I can only speak to picture books and the over all quality is raising the bar. There is a staggering array of very talented creators being published. Worse will take care of itself because it does not last long, but for better, three people come to mind (though there are so many others) as being innovative and perhaps starting new trends or more accurately being excellent examples of our craft:
Mo Willems for his expanding Elephant & Piggie book series. Like little early reader graphic novels. While he is not the first with this idea, he is the first with a series that is trimmed down to strong emotions, simple backgrounds, and only what hand props or clothes are needed. His simplicity succeeds for me.
I really like the work of Oliver Jeffers such as THE INCREDIBLE BOOK EATING BOY and each of the books that have come after that. His spare almost European style has a nice appeal, what we need to see, we can see right away in his well composed images. He has a fun use of supportive collage for the book mentioned above but he uses media choices to fit each book.
And lastly, I really like the work of our local SCBWI’s Paul Schmid because he too uses great emotion in his characters, simple—only what is needed backgrounds and fun color. His stories are so very accessible for all readers. Check out his work in A PET FOR PETUNIA.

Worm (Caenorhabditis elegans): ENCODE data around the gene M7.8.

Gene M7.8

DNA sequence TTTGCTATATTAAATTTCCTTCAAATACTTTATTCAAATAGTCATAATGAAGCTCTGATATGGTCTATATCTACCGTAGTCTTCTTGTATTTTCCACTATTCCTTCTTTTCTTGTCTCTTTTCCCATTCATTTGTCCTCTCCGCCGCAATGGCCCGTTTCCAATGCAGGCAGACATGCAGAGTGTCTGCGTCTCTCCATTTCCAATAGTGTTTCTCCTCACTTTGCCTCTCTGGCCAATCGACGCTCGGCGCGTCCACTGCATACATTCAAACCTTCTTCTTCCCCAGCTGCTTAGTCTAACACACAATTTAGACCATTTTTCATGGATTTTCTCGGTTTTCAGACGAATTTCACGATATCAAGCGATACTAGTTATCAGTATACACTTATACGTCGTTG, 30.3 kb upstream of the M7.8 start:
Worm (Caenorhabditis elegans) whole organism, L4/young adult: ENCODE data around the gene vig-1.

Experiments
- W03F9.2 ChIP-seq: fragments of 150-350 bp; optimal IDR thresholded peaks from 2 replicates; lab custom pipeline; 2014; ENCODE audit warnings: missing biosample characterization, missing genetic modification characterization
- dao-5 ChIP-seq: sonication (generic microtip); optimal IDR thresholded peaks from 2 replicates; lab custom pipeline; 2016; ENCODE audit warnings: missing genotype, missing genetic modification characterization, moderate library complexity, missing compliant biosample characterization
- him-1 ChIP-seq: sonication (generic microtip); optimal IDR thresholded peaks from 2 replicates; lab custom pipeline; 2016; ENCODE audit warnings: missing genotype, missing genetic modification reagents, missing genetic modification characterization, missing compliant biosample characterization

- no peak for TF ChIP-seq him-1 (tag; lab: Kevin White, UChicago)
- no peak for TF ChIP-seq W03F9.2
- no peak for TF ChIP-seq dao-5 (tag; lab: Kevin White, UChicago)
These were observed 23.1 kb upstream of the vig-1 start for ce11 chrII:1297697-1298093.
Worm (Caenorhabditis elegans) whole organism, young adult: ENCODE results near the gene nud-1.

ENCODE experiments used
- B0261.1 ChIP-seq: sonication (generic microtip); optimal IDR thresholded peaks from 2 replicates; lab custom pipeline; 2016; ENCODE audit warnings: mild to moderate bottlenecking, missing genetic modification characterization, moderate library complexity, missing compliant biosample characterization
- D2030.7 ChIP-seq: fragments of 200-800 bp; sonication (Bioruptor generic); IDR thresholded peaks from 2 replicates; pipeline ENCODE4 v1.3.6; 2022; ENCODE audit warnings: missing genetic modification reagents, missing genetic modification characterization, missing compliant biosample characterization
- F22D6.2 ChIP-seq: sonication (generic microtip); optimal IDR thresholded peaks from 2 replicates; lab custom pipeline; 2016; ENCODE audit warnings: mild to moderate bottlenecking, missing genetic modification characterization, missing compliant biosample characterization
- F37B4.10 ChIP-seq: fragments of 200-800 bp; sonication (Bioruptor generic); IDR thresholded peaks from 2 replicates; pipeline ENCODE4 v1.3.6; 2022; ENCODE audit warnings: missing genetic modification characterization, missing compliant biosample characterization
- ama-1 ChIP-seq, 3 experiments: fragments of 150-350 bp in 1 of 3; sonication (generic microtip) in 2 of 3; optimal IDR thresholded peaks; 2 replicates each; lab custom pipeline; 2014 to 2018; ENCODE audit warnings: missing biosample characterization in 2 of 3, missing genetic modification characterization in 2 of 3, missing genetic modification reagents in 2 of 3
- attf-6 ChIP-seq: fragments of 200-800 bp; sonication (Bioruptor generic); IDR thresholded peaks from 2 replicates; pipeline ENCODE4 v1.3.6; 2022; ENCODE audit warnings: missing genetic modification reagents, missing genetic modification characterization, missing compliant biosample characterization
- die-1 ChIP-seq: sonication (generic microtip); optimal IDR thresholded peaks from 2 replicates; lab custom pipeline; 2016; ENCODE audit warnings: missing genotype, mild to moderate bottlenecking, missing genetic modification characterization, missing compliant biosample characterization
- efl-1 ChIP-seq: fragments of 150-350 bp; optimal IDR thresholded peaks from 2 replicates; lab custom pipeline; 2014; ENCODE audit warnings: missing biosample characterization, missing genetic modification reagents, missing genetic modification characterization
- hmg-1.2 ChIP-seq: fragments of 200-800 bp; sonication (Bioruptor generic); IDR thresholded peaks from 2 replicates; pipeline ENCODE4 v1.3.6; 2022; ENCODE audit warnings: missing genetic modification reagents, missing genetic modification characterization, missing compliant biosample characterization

In all three cases, there is a wonderful use of age appropriate humor and each story is a read-it-again kind of story with wit, compassion, and discovery. They are a move away from heavily illustrated books, a move toward visually easy to read images that are actually helping the young readers to read both words and pictures. Good use of type and overall design only helps to enhance this effect. And the drawing style of their characters can be emulated by children. This is not to diminish the place for the page filled with visual opulence, saturated color, details to delight the eye, and beautifully painted characters, but simplicity might be the new trend and as a bonus, these books will translate well to electronic media.